Safety-based Advanced Driver Assistance Systems (ADAS) and the rise of the semi- and fully autonomous vehicle continue to create increased demands for camera-based systems. However, there are many factors to consider in order to deliver successful vision-based automotive systems.
While totally autonomous vehicles are grabbing headlines, mass-market availability and adoption remains some way off. However, more and more driver aids are being implemented in our cars, each moving us a step forward in the evolution from semi-autonomous to fully autonomous vehicles.
The goal is clear — safer roads. The challenge is this: converge and implement systems that are more vigilant and less error-prone than humans and that performs 24/7/365. While modern cars incorporate a myriad of sensors, they are often task-specific and cannot offer the all-encompassing awareness of the human eye; for that we need camera-based vision systems. These cameras must allow the car to read street signs, sense obstructions and detect other hazards in real time.
However, one technology advancement is hampering another. As vehicle lighting, street sign backlighting, and variable message signs move to LED technology for energy efficiency and longevity, flicker becomes a problem. Humans don't notice this; but, to an electronic eye, the display is pulsing many times a second.
In practical terms, as the camera passes a sign, the flicker from LED lighting causes light and dark areas, often leading to missing sections or artifacts. This makes the sign impossible to read accurately using image processing software.
That’s why the latest image sensor technologies are designed to eliminate high-frequency LED flicker from traffic signs and vehicle LED lighting. ON Semiconductor’s LFM (LED Flicker Mitigation) technology, for example, uses HDR (High Dynamic Range) principles to capture four images at different exposures and overlay them. This gives in excess of 120dB of dynamic range and allows the extraction of the detail from a scene in any lighting condition.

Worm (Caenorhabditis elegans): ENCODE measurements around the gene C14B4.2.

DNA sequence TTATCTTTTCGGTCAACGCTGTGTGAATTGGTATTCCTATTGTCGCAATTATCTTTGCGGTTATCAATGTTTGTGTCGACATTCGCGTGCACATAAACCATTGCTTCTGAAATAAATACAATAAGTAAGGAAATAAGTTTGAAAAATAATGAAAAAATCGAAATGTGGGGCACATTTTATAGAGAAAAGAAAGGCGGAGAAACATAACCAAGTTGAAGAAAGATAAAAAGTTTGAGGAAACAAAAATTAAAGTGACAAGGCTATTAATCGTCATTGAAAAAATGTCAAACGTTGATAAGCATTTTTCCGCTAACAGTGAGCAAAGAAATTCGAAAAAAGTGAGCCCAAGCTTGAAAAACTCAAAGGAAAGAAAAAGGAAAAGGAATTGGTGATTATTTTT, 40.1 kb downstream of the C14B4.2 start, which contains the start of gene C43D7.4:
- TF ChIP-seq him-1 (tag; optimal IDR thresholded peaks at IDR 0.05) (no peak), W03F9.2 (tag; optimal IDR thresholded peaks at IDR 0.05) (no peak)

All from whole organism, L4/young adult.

Assessing information in various lighting conditions is fundamental to many safety systems, including in-cabin driver and passenger monitoring. Here, techniques such as ‘global shutter’ pixel design can allow the sensor to produce clear, low-noise images, in both low-light and bright scenes. This performance enables, for example, the required eye tracking and gesture detection functionality in next generation automotive in-cabin systems.
Operating across the widest possible range of ambient lighting conditions, there is another challenge that vehicle vision designers need to address if their systems are to truly replace—and improve on—the human eye/brain combination: field of view. Field of view extensions can be done in a number of ways, including the use of fish-eye lenses. However, it is important that the underlying image processing system—which manages the data fusion of information from sensors, cameras, driver and other sources—is able to correct for the distortions that are introduced in using such optics. Alternatively, using multiple camera systems may be the optimal solution, when it comes to the safety critical systems designed to protect vehicle occupants and other road users.